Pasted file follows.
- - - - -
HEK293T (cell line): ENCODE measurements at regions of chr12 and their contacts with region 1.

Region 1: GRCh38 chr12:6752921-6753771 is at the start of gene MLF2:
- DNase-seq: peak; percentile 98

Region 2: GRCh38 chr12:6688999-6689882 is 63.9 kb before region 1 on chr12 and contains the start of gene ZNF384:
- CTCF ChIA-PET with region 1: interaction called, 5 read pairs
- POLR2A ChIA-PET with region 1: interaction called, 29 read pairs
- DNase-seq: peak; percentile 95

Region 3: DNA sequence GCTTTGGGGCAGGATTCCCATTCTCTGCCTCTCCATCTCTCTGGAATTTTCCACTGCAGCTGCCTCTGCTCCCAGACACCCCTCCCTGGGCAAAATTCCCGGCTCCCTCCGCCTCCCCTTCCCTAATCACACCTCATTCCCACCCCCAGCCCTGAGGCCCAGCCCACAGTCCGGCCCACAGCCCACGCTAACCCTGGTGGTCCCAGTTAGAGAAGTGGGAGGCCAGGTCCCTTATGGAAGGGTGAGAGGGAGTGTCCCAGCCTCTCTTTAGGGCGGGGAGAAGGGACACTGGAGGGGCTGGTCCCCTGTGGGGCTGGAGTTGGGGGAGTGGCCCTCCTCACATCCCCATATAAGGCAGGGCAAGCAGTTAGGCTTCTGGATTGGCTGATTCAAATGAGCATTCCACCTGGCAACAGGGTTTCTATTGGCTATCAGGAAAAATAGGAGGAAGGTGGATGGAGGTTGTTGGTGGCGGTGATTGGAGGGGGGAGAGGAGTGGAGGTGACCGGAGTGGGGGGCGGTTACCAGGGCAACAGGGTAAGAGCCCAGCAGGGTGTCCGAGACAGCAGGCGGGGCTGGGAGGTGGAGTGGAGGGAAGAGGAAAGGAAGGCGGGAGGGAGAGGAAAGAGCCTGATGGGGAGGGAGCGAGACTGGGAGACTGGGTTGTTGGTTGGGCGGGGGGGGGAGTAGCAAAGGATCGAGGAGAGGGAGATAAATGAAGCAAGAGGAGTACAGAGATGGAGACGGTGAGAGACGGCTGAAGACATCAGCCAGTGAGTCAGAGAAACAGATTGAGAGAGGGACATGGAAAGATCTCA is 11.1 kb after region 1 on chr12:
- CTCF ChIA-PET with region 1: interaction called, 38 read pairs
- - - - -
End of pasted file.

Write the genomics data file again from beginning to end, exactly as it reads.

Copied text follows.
HEK293T (cell line): ENCODE measurements at regions of chr12 and their contacts with region 1.

Region 1: GRCh38 chr12:6752921-6753771 is at the start of gene MLF2:
- DNase-seq: peak; percentile 98

Region 2: GRCh38 chr12:6688999-6689882 is 63.9 kb before region 1 on chr12 and contains the start of gene ZNF384:
- CTCF ChIA-PET with region 1: interaction called, 5 read pairs
- POLR2A ChIA-PET with region 1: interaction called, 29 read pairs
- DNase-seq: peak; percentile 95

Region 3: DNA sequence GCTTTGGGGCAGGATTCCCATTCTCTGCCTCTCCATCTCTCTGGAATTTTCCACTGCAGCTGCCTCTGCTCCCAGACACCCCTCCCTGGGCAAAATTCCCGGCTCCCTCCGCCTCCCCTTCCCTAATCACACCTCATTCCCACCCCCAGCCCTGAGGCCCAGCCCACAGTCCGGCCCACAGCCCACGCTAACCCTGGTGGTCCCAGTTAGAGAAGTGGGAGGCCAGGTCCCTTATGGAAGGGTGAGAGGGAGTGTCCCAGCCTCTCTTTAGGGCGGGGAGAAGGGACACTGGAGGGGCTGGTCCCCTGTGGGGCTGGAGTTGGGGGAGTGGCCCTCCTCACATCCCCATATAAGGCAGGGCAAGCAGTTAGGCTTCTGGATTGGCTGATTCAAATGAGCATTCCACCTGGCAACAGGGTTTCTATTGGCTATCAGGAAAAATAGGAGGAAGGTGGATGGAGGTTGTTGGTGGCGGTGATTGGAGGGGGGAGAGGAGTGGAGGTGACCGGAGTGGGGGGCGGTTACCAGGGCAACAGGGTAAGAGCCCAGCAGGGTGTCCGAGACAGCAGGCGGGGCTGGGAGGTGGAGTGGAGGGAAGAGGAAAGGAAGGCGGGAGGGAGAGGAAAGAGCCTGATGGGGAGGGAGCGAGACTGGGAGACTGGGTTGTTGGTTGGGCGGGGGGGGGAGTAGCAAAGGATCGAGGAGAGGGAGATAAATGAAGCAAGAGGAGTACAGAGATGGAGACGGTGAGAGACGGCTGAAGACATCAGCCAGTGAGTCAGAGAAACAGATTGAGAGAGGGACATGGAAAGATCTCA is 11.1 kb after region 1 on chr12:
- CTCF ChIA-PET with region 1: interaction called, 38 read pairs